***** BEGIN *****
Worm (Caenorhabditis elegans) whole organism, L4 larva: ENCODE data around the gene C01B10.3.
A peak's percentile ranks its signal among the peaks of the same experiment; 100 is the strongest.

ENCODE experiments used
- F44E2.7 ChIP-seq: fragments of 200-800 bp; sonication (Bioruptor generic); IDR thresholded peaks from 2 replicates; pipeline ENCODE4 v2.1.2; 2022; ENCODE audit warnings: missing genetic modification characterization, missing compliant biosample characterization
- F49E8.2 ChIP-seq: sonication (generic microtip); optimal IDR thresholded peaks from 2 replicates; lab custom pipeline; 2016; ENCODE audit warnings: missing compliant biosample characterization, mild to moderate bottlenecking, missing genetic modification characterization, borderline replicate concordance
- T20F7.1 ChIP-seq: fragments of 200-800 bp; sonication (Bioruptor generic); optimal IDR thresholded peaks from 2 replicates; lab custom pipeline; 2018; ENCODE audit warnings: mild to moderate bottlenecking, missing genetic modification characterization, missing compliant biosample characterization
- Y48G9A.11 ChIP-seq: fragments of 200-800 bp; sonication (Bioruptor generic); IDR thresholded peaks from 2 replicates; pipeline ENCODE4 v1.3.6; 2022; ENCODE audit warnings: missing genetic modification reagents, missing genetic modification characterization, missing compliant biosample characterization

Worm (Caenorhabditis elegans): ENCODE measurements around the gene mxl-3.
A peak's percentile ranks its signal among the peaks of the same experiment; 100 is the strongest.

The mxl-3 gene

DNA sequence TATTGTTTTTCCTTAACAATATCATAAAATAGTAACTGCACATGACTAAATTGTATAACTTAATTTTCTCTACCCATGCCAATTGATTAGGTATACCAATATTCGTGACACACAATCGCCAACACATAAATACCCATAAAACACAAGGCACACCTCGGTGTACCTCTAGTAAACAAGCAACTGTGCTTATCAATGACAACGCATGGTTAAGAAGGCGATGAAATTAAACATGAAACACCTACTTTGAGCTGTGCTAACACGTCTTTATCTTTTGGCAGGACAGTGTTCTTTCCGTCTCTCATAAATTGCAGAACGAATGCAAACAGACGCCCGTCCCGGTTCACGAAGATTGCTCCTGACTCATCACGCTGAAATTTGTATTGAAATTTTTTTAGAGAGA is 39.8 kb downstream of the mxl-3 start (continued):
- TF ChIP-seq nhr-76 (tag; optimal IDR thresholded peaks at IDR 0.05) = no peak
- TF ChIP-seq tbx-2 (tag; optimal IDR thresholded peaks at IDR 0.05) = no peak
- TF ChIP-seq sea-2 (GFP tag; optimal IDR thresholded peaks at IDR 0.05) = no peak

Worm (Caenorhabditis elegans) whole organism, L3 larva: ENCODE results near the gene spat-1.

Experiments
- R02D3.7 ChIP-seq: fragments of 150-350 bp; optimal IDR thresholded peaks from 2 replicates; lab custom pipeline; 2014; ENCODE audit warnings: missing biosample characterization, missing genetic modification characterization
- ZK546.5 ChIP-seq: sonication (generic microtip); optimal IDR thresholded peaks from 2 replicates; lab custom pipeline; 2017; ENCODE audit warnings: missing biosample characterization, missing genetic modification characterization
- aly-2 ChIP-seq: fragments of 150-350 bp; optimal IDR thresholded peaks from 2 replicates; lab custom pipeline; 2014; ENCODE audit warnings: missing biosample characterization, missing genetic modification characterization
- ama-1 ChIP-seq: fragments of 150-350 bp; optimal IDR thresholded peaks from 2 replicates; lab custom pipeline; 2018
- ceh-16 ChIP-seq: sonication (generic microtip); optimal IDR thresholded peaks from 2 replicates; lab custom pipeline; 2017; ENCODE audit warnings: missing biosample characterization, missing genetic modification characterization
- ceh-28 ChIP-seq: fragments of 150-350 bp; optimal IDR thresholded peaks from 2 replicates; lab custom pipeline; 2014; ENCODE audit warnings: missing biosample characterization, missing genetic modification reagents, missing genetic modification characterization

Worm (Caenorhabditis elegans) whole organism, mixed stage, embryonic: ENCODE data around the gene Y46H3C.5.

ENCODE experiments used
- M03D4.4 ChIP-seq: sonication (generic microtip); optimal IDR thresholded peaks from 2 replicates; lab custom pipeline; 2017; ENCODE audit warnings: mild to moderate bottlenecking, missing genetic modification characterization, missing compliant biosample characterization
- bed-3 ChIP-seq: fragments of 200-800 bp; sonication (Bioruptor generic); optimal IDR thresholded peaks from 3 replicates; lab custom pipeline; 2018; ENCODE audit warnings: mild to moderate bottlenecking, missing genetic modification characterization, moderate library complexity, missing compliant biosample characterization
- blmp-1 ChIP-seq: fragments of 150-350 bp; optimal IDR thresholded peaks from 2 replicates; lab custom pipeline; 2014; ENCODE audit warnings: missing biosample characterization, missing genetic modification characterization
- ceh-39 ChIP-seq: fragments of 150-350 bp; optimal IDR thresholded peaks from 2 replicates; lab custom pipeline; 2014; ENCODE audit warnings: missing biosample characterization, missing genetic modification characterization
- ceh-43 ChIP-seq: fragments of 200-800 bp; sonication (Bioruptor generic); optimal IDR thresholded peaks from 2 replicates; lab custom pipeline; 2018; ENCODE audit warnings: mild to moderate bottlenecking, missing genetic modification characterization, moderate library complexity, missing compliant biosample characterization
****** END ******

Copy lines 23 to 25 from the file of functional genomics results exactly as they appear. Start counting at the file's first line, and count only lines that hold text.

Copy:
Worm (Caenorhabditis elegans) whole organism, mixed stage, embryonic: ENCODE data around the gene Y46H3C.5.

ENCODE experiments used
- M03D4.4 ChIP-seq: sonication (generic microtip); optimal IDR thresholded peaks from 2 replicates; lab custom pipeline; 2017; ENCODE audit warnings: mild to moderate bottlenecking, missing genetic modification characterization, missing compliant biosample characterization